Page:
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From "Wei Deng (JIRA)" <j...@apache.org>
Subject [jira] [Commented] (CASSANDRA-11833) Bulk load mode for LCS
Date Wed, 24 Aug 2016 22:51:21 GMT

    [ https://issues.apache.org/jira/browse/CASSANDRA-11833?page=com.atlassian.jira.plugin.system.issuetabpanels:comment-tabpanel&focusedCommentId=15435872#comment-15435872
] 

Wei Deng commented on CASSANDRA-11833:
--------------------------------------

I have done some rudimentary benchmark comparing a forced LCS major compaction and a regular
"dumping everything into L0 with auto-compaction disabled and then enable auto-compaction
and let all L0 SSTables to move up from one level to the next and so on". From the result
I got I'm not convinced major compaction (at least in its current incarnation) is suitable
for the "bulk load" mode we're talking about here.

The test platform is a GCE node with 4 cores and 16GB RAM. I know it's not a lot of hardware,
but the observations from the benchmark led me to believe that we will easily see the same
behavior on beefier machines. To have a fair comparison, I generated data via cassandra-stress
and disabled auto-compaction and just leave flush running, so that I could accumulate 600+
L0 SSTables with 83MB each (about 60GB total); I then performed a snapshot so that I always
have the same data set for various experiments. The max_sstable_size (which is a table LCS
parameter) is always set to 160MB in my tests. Since this is C* 3.x I don't have to worry
about compression and just use the default schema from cassandra-stress that will create tables
as uncompressed, which is easier for comparison. I then changed the concurrent_compactors
to 4, and compaction_throughput_mb_per_sec to 0 in cassandra.yaml, so that all hardware on
this machine is dedicated to running compactions.

With this configuration, I restarted the JVM and changed the schema to enable auto-compaction
(while keeping all other activities completely idle, i.e. no read/write or any other external
distractions that could consume CPU, IO or memory) and wait for the auto-compaction to finish;
as a comparison for testing major compaction, I then restarted the JVM again and leave auto-compaction
disabled this time, but run "nodetool compact keyspace1.standard1" to trigger the major compaction.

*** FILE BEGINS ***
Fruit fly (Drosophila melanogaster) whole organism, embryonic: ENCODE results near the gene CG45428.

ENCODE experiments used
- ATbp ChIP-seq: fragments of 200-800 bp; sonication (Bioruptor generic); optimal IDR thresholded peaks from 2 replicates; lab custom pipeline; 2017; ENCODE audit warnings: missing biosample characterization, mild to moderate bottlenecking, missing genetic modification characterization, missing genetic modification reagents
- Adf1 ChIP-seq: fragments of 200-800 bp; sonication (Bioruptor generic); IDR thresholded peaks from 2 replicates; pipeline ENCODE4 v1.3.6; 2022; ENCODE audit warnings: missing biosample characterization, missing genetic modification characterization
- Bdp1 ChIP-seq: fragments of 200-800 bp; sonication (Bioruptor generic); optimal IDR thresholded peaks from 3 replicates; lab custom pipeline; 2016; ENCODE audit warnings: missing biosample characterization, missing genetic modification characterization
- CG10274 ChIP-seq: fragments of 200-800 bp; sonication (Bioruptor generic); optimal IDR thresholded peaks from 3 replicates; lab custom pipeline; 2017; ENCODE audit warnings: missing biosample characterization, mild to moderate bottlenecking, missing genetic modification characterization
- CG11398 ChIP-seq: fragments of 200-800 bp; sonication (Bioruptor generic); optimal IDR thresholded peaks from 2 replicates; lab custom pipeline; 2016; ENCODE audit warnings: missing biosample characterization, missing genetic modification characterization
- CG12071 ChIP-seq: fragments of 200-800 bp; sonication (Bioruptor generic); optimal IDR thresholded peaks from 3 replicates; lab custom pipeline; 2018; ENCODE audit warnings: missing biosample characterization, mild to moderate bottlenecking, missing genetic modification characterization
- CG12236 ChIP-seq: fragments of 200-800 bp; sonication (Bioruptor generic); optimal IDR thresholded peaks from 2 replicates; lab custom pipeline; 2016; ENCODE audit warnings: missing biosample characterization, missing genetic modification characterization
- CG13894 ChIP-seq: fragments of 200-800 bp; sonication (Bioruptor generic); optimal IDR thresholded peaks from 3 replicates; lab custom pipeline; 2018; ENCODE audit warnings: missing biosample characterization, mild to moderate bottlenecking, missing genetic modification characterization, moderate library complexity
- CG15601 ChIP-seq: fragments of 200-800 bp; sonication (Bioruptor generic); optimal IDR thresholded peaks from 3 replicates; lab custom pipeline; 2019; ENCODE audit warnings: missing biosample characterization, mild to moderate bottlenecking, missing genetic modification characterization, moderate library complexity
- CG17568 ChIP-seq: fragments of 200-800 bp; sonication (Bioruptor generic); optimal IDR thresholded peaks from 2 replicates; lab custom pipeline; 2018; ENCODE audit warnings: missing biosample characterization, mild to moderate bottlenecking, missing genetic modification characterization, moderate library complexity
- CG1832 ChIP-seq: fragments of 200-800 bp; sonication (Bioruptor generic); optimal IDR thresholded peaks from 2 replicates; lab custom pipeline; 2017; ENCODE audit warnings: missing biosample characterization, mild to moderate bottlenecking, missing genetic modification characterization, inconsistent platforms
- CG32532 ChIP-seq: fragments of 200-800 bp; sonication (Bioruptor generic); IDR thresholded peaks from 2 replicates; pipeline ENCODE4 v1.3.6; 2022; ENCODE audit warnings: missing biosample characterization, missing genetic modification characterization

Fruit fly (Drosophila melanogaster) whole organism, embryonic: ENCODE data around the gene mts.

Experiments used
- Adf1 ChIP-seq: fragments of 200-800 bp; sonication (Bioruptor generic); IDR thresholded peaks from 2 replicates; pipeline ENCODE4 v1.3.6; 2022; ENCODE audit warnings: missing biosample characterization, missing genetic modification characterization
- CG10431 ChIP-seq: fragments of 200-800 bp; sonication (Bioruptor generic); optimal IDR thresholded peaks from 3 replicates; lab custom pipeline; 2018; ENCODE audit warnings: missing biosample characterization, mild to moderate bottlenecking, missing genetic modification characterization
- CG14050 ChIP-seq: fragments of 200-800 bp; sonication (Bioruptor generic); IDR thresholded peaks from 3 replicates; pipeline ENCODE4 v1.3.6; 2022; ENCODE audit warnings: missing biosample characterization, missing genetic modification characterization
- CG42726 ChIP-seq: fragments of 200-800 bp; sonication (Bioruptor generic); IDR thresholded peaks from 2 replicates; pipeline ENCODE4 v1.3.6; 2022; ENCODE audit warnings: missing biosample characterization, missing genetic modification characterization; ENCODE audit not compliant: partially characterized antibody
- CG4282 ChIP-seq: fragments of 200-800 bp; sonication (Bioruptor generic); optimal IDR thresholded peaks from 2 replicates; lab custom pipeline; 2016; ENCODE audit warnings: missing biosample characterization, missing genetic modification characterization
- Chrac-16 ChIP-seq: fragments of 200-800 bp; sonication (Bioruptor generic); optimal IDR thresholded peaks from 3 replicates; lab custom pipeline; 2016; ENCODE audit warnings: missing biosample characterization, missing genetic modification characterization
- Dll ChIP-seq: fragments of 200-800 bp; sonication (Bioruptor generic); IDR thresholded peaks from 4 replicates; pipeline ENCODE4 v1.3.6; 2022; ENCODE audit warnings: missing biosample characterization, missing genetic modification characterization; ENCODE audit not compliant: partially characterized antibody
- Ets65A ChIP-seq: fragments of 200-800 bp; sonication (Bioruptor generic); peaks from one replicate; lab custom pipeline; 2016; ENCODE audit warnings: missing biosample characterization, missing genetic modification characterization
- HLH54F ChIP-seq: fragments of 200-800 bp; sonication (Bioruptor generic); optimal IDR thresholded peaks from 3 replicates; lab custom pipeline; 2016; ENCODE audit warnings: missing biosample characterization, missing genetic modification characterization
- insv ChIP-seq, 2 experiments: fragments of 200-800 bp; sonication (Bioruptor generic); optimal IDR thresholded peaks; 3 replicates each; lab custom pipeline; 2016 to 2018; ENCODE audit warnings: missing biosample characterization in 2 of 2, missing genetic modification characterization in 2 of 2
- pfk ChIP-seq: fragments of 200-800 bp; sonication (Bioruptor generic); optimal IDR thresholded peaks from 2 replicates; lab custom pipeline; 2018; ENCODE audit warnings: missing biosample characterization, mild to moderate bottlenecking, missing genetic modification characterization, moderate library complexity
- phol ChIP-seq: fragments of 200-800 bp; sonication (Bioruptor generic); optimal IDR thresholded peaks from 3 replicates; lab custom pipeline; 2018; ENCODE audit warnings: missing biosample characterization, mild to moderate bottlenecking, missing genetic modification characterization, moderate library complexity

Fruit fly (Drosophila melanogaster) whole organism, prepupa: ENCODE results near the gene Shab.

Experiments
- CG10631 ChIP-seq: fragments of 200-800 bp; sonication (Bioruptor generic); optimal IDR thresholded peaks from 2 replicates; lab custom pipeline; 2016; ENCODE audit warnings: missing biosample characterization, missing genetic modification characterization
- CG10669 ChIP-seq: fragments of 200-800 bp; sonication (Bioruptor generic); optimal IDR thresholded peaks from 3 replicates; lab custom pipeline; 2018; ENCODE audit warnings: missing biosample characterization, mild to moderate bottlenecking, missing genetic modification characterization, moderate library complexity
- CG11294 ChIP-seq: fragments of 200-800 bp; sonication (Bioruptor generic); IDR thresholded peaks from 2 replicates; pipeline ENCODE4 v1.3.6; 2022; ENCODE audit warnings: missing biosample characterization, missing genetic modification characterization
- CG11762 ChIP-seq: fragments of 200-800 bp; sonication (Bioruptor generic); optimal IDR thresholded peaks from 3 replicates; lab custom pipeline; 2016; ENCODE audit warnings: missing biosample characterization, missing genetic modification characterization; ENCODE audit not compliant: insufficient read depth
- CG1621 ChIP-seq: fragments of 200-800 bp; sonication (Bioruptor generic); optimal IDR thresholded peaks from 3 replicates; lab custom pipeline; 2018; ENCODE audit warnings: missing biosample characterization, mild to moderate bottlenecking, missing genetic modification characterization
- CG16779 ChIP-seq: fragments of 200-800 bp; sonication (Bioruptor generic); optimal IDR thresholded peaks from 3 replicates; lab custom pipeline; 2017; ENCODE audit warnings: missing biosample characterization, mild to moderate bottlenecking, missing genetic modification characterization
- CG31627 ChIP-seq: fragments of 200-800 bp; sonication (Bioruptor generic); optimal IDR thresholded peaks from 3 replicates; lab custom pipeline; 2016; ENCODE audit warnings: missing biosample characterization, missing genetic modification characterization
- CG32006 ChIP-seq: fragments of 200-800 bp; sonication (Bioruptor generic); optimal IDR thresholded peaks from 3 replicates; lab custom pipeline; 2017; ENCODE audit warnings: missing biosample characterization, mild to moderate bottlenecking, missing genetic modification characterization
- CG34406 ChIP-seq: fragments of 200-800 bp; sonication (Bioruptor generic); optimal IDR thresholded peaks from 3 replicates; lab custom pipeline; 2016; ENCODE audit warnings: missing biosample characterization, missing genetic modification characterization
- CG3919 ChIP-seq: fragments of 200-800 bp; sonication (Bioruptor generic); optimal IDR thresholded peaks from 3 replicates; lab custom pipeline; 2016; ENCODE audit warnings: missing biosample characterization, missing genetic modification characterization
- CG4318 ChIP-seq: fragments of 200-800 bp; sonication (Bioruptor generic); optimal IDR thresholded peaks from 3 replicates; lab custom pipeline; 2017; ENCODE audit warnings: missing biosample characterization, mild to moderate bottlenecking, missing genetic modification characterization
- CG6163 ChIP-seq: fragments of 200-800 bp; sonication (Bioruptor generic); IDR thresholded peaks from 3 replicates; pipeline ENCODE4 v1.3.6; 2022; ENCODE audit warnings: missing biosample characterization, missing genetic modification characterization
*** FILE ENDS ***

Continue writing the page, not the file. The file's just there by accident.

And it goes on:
In both cases, once the last compaction on the keyspace1.standard1 table finished, I calculated
the wall-clock time as well as the aggregated time by adding up the time spent by each individual
compaction session, and the aggregated written bytes. Here are the benchmark numbers from
the two runs:

compaction type      |     wall-clock time    |     aggregated time    |     aggregated written
bytes
----------------------------------------------------------------------------------------------------------------------------
 
auto-compaction     |         3.139 hours     |     7.474 hours            |     244,166.164
MB
major compaction   |        10.652 hours    |   10.652 hours            |     60,960 MB

So as you can see, even though major compaction generates 4x smaller write (as it's only writing
every single 160MB SSTable just once), it's taking way longer to finish, because the whole
major compaction is just a single thread, while auto-compaction can leverage the 4 threads
more effectively.

> Bulk load mode for LCS
> ----------------------
>
>                 Key: CASSANDRA-11833
>                 URL: https://issues.apache.org/jira/browse/CASSANDRA-11833
>             Project: Cassandra
>          Issue Type: Improvement
>          Components: Compaction
>            Reporter: Jonathan Ellis
>              Labels: lcs
>
> We can currently avoid LCS write amplification on bulk load as follows:
> 1. Disable automatic compaction
> 2. Load all the data
> 3. Force major compaction
> 4. Re-enable automatic compaction
> It would be nice to automate this.  E.g. if we detect that L0 contains as much data as
the rest of our arena, skip bubbling sstables up and just major compact automatically.  In
a bulk load situation, this would result in exponentially increasing major compaction sizes
-- not as ideal as the manual form with just a single one, but much better than our current
behavior which is not a good experience for users.



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